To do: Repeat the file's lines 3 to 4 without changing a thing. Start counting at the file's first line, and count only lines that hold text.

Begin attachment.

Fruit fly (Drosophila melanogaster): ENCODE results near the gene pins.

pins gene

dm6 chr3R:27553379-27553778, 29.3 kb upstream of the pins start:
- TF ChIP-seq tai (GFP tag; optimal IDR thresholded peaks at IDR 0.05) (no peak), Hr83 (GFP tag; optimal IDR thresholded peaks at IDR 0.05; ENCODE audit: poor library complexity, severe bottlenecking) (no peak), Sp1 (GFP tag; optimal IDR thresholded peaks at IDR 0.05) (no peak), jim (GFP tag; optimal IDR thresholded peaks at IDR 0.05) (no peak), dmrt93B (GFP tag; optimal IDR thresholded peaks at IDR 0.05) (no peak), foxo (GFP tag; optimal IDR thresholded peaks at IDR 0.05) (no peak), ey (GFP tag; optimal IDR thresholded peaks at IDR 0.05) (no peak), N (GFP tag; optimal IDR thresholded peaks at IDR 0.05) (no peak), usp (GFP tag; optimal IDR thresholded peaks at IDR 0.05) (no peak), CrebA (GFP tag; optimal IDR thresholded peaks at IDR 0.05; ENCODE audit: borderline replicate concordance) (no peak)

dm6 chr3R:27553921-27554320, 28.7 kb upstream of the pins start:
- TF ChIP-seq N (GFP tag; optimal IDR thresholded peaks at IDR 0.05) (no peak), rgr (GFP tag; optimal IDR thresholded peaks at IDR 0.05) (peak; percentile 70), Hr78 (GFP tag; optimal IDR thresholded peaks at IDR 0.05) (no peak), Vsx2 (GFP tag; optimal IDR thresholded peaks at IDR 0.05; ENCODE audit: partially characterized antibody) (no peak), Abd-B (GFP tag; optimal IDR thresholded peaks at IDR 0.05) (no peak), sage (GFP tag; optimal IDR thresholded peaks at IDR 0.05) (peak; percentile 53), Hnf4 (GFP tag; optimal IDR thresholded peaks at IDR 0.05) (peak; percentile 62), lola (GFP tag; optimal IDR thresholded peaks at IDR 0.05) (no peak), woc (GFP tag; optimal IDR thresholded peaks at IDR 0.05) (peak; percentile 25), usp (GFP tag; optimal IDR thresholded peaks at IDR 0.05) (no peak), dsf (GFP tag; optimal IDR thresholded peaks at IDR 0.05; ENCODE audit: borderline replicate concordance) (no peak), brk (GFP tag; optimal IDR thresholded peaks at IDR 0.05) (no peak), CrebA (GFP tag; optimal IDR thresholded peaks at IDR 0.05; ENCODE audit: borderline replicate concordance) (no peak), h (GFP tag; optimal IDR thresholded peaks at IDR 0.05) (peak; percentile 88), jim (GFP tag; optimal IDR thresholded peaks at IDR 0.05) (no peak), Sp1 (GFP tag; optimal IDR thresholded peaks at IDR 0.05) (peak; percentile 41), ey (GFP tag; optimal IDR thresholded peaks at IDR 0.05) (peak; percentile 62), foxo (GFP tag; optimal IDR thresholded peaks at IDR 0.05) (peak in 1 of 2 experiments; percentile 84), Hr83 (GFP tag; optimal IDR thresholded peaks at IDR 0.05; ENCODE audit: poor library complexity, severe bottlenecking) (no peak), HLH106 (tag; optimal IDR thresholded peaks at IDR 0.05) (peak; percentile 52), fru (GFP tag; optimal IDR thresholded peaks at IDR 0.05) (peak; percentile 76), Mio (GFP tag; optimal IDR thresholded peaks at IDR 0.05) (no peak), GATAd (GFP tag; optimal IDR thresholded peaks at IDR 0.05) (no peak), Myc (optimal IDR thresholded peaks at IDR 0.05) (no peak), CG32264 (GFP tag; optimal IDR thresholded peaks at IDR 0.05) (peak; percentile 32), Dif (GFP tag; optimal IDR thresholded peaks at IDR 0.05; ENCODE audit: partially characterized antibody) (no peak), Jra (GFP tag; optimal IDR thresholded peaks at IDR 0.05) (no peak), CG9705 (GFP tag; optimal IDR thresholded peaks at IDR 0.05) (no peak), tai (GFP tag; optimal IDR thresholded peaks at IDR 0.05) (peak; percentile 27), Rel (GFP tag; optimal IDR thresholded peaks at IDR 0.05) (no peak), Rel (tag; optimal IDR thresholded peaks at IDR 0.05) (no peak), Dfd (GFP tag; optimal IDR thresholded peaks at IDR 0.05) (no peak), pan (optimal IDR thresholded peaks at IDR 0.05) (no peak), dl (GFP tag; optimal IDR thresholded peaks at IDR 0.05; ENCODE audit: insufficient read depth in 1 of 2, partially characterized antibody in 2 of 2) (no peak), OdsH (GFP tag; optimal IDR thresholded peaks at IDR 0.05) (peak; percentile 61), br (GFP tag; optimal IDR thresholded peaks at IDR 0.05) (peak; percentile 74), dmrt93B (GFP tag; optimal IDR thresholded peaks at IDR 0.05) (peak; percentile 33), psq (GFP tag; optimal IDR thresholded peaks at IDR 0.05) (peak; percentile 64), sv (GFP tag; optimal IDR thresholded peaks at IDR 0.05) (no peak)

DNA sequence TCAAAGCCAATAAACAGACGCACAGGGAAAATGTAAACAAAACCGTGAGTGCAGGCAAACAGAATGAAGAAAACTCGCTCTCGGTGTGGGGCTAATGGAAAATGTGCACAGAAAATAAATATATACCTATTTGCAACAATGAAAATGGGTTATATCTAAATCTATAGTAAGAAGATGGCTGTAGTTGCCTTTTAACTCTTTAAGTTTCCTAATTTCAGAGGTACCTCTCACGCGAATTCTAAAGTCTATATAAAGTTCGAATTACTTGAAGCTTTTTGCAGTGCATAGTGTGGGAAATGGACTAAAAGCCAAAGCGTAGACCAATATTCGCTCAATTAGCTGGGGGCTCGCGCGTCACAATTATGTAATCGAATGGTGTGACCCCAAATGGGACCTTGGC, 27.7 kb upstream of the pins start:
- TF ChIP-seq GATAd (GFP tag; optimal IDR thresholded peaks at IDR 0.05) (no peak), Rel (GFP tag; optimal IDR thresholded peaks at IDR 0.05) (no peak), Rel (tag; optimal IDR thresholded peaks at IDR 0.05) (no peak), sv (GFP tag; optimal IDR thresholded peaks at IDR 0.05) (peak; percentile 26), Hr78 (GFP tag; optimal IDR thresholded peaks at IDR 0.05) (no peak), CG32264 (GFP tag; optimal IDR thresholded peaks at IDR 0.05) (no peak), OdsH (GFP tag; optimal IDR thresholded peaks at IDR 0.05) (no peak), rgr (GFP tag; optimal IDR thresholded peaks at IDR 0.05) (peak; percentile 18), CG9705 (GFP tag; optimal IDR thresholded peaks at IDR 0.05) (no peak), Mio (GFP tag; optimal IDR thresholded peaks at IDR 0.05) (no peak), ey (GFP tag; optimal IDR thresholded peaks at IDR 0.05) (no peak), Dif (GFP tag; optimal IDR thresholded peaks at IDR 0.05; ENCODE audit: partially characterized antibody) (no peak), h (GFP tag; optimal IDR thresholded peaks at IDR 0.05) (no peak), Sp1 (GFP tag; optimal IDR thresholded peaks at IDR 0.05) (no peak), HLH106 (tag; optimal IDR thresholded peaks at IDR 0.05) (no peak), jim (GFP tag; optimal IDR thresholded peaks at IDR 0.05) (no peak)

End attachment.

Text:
dm6 chr3R:27553379-27553778, 29.3 kb upstream of the pins start:
- TF ChIP-seq tai (GFP tag; optimal IDR thresholded peaks at IDR 0.05) (no peak), Hr83 (GFP tag; optimal IDR thresholded peaks at IDR 0.05; ENCODE audit: poor library complexity, severe bottlenecking) (no peak), Sp1 (GFP tag; optimal IDR thresholded peaks at IDR 0.05) (no peak), jim (GFP tag; optimal IDR thresholded peaks at IDR 0.05) (no peak), dmrt93B (GFP tag; optimal IDR thresholded peaks at IDR 0.05) (no peak), foxo (GFP tag; optimal IDR thresholded peaks at IDR 0.05) (no peak), ey (GFP tag; optimal IDR thresholded peaks at IDR 0.05) (no peak), N (GFP tag; optimal IDR thresholded peaks at IDR 0.05) (no peak), usp (GFP tag; optimal IDR thresholded peaks at IDR 0.05) (no peak), CrebA (GFP tag; optimal IDR thresholded peaks at IDR 0.05; ENCODE audit: borderline replicate concordance) (no peak)